Such are the tactics of the Chinese regime. Regardless of what any, final Sino-American trade pact might state, if it is to be worth the paper on which it is written, Beijing’s behavior must fundamentally change. Otherwise, how can the US be confident that its agreement will be honored any more than the Joint Declaration or the WTO rules that Beijing brazenly breaks? Beijing will violate any terms, or break any deal, when it sees advantage — and when no one stands in the breach to stop it. America’s prosperity as a trading partner with China is, therefore, directly linked to the freedoms, transparency, and rule of law guaranteed Hong Kong. Aside from their moral claim and content, these matters are not peripheral to our own self-interest. To stand with Hong Kong is, in the terms of President Trump, to put America First.
Trump’s trade war with China and the Hong Kong protests have thus aligned, and most likely not by coincidence. There is yet a third event underway, apparently disconnected but loaded with potential to shape the future. That event is Brexit. The United Kingdom is, of course, the power which ceded Hong Kong to Beijing in 1997. The time for discussing whether this was right or necessary has passed. What has not passed is the memory of the people of Hong Kong themselves, a memory of a free and open society. It is the memory of impartial rule of law. These proud people know their history and demand their rights as heirs to the English common law tradition. More than 20 years on, they boldly fly the Union Jack in defiance of Communist sovereignty. To date, Britain, like America, has offered a muted response. It needs to do more, not least because of the 1984 Declaration it signed. Brexit presents an opportunity for it do so, and to stand in solidarity with the people of its former possession.
If Britain keeps its nerve and actually leaves the EU, it can establish new, separate trading partnerships with the US and China. (It currently trades with both under standard WTO terms as part of the EU.) In each of their respective free trade deals with China, America and Britain should demand respect for Hong Kong’s freedoms and compliance with the terms of the Joint Declaration. Such deals must be made reviewable for compliance on an ongoing basis.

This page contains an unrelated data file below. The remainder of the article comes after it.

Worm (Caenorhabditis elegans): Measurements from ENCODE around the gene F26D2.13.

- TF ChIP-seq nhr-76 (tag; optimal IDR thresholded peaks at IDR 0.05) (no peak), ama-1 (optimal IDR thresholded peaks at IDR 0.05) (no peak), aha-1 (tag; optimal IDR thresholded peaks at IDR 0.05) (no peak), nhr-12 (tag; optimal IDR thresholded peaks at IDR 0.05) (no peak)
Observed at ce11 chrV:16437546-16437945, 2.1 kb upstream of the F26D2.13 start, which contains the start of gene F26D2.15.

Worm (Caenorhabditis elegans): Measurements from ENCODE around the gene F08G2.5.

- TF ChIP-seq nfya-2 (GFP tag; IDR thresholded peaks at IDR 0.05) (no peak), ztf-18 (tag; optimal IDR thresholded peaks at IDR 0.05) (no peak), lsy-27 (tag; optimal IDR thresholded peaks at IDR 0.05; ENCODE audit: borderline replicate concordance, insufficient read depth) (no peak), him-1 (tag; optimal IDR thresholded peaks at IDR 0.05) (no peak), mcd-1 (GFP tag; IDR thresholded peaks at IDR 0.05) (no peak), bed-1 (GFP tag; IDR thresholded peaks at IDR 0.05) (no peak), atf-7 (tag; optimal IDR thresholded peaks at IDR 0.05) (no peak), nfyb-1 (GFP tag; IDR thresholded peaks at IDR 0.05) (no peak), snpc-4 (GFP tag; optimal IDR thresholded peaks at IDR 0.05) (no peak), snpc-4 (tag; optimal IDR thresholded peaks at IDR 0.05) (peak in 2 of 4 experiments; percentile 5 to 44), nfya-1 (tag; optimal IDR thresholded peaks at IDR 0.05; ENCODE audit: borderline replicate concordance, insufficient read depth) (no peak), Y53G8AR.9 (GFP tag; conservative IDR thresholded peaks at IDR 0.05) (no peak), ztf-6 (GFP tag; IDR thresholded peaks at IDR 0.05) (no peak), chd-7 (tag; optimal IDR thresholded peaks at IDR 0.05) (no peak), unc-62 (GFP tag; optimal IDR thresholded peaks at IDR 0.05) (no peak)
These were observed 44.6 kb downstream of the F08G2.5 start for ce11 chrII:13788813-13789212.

Of course, if this posture is adopted, we can expect Beijing to retaliate. It will likely expand its tariffs, particularly those targeting Trump’s agricultural, electoral base. (This activity, already occurring, represents nothing less than election meddling and interference, a fact the American left needs to recognize). At the same time, though, a strong, new partnership with Britain could help offset the losses. Trump has already proven that American industry can rebound, that the US can become more self-reliant. A better, bilateral deal with the UK would promote industrial growth in both nations, producing enough new wealth to counter Chinese trade aggression, at least in part. Subsidies to affected sectors can be granted if necessary — not as narrow, isolationist economics, but rather in pursuit of long-term, international strategy. In this way, America and Britain — by making the same demands upon Beijing, while mutually reinforcing each other’s own economies — can proceed together for the betterment of the global order.
Beijing naturally claims that ‘unrest’ in Hong Kong is a domestic issue. It is not. The Beijing government has been ushered into the halls of international respectability — granted full diplomatic recognition by the US and, much earlier, by Britain. It has been granted Most Favored Nation status as a member of the WTO. And it was entrusted with Hong Kong under binding agreements assuring the continuance of a British-style, common law legal system and freedoms unknown to Communism. These commitments — undertaken by Beijing in the 1984 Declaration, codified in the Basic Law — are far more than local in nature. They are treaty promises made to Britain and declared before the international community. The world — starting with the US and Britain — must hold Beijing to its word and hold it to account.
2047 will come, and the future is at stake. Beijing knows, in the information age, that three more decades of freedom in Hong Kong could have ripple effects far beyond the Special Administrative Region of the city itself. There is a reason for Beijing’s impatience. There is an equal reason for our resolve. The people of Hong Kong need us and, whether we care to admit it or not, we need them, too. Their hopes are our own.
Augustus Howard is a Research Associate at Emmanuel College, University of Cambridge. He holds a PhD from the University of Cambridge and a JD from Duke University School of Law. He has also served as a Judicial Clerk on the United States 11th Circuit Court of Appeals.